Man on Earth Director Amiel Courtin-Wilson Talks About His Most High-Pressure Film Yet in This Interview

Amiel Courtin-Wilson’s work as a filmmaker consistently operates in the realm of the emotional, presenting the rawness and reality of humanity with a stark honesty like few other filmmakers. From his stunning 2011 film Hail which presented two characters clashing and exploding against each other in a turbulent relationship, to his character-focused documentaries on Uncle Jack Charles with 2008’s Bastardy and musician Ben Lee with 2012’s Ben Lee: Catch My Disease, Amiel’s focus as a director has always been on that entity that thrives within us, conjuring our spirit into existence, day in, day out.

His latest film, Man on Earth, is his most grounded and immediate film yet, following the final seven days of Robert Rosenzweig – Bob – as he is surrounded by family and friends as he embarks on his journey to die with dignity as the impact of Parkinson’s disease overwhelms his body and his quality of life diminishes. The embrace and depiction of Bob’s soul is laid bare with profound empathy by Amiel and the crew of considerate filmmakers by his side that includes producers Alice Jamieson-Dowd and Chris Luscri, cinematographer Jacqueline Fitzgerald, sound recordist Steve Bond, and more.

In this interview, Amiel talks about the journey to become part of Bob’s legacy, the Traces project that brought the two together, the way Man on Earth was edited, and his relationship with Australian filmmakers.

Man on Earth screens at the Melbourne International Film Festival and is one of the must see films of the festival.

This interview has been edited for clarity purposes.

How did you get to become part of Bob’s legacy?

Amiel Courtin-Wilson: That’s a beautiful way of putting it. It was a very circuitous process. We were actually working on another project entirely called Traces, which is a feature documentary shot entirely with thermal imaging cameras looking at the human body at the moment of death, that we were researching for upwards of two years before we got in contact with Bob. As part of that research, producers Alice Jamieson-Dowd and Chris Luscri, quite a large team of other associate producers and supporters working on it, reached out to upwards of 1,500 hospices, death doulas, dying with dignity groups, advocacy groups, everywhere from Canada, the UK, Europe, we were looking at Mexico, Southeast Asia.

And for this Traces project, and after around two and a half years, we were starting to question whether or not the project would go ahead and in the space of one week, we got a call from a hospice in Denver about the Traces film. So that film went ahead. And we also got a call from a gentleman Robert Rosenzweig in Aberdeen, Washington, he had heard about this Traces project through the dying with dignity non-profit group that he was he was working with. And he contacted us with a deal. He said, “Oh, I’ll participate in this thermal imaging project if you come and spend the last seven days of my life with me and document my family and my feelings and thoughts.” It was really his idea from the get go.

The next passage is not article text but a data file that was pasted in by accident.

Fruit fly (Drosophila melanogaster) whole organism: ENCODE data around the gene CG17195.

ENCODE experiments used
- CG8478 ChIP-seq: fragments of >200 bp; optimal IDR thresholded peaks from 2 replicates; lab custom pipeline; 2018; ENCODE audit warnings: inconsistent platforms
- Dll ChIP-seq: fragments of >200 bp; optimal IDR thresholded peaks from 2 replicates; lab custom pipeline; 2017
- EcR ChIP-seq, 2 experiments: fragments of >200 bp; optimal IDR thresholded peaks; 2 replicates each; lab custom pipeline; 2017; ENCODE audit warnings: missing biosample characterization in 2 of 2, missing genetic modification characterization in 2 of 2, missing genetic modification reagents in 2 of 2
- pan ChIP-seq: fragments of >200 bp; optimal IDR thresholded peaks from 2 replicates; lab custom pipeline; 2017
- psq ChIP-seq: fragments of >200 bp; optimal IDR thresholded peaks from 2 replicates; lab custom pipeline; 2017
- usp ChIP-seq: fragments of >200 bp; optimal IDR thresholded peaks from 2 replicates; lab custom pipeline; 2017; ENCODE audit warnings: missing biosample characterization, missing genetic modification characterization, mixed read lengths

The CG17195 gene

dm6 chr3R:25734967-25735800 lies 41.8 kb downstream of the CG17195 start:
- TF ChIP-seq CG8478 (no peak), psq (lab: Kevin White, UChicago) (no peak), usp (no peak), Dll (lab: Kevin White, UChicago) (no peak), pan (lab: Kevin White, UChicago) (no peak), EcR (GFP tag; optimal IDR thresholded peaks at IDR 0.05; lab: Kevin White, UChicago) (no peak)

And that was certainly the first time that has ever happened as a filmmaker. And I think from the moment we spoke on the phone, only one month out from the date of his scheduled death, it was abundantly clear that Bob was an amazing human being, an amazing storyteller, very funny, very self-aware. [He had] this great acerbic wit. We had a lot in common in strange, unexpected ways. And so, it was a no brainer that this entire other feature film suddenly sprouted from this very long research process.

Besides being a documentarian, what did you see your role in Bob’s final days as being?

AC-W: Everything was so accelerated. Bob and I connected in a pretty unusually unique way just in those first conversations in terms of humour and some shared experiences. I was pretty confident that we had the beginnings of some kind of burgeoning friendship outside of the usual filmmaker-subject relationship and then once we’ve landed, it was absolutely instrumental that we had the right kind of crew with us for such a sensitive endeavour.

We worked with Steve Bond who’s an amazing sound recordist. I’m a great believer that sound recordists don’t get enough of a limelight so I’m going to plug Steve Bond. I think he’s the best location sound recordist in Australia. I knew that he would be amazing. I knew that Jacqueline Fitzgerald, our cinematographer would be unbelievably sensitive and then also Alice Jamieson-Dowd, our lead producer, was on the ground. Because I knew inevitably that not only would we be filming with Bob in his home with his son and carer Jesse, but there would be dinners and breakfasts, and we’re sharing a family space.

So to answer your question, I think a lot of that remained unknown until we landed. And then we very quickly realised that the way in which Bob was experiencing time, and each day, given that he had only had seven days left, it was really clear that there was a very intensified and accelerated need for intimacy and connection with the people that he met around him whether it was a conversation with a woman at a diner, or with this film crew suddenly arrived from Australia. So I think there’s a scene in the film, where he says, “Welcome to the family.” And to give you an indication of just how rapid this acclimatisation [was], it felt like really being absorbed into his family, Bob said that 10 hours after meeting us. I think in many ways, myself and the crew were needing to each day debrief and sort of catch up with just the intensity of how much was occurring.